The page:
The latter body was greatly increased in power by these accessions, and it became more common than ever for the younger nobility of Europe to enter the order of the Hospitallers. Riches brought with it augmented luxury and many evils, but the knights were still kept in high military condition. A new race of the followers of Mohammed appeared against them. Othman (the BoneBreaker), who gave a permanent name to the Turkish nation, possessed, with a tribe of Turkomauns, the region of Asia Minor adjoining Rhodes. He attacked the knights in their city; but, though one of the most tried and renowned warriors of his race, he failed to make the slightest impression on them. Similar assaults were renewed in more alarming shapes in the course of the years immediately succeeding. Betwixt the year 1310, when the order settled at Rhodes, and the year 1453, when the Turks took Constantinople, and founded a new empire, the Knights of St John fought many great battles, by sea and land, with the two Mohammedan powers in their neighbourhood — the Egyptian and Turkish. It is amazing to reflect, that this comparatively small body of men should not only have foiled so many efforts made by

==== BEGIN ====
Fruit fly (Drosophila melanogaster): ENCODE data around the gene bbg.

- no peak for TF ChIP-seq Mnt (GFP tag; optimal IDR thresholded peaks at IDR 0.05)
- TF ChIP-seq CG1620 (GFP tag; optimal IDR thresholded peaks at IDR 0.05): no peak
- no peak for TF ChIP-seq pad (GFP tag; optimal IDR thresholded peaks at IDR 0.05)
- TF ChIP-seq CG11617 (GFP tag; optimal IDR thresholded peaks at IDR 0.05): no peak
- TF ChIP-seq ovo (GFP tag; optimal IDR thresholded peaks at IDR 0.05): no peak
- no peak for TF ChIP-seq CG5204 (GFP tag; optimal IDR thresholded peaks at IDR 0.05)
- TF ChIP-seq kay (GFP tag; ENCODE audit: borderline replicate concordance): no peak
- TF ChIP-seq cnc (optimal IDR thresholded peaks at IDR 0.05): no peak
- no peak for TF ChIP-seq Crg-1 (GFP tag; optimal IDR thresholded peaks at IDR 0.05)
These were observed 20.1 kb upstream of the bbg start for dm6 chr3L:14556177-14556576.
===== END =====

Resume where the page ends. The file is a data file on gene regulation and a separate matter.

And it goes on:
these powerful sovereignties to reduce them and take their stronghold, but should have even obtained possession of Cos and other Greek islands, captured Smyrna, and held it for a long period, and made various expeditions against Syria and other places, as if possessed of the population and resources of a strong and warlike nation. They proved an unextractible thorn in the sides of the foes of Christianity.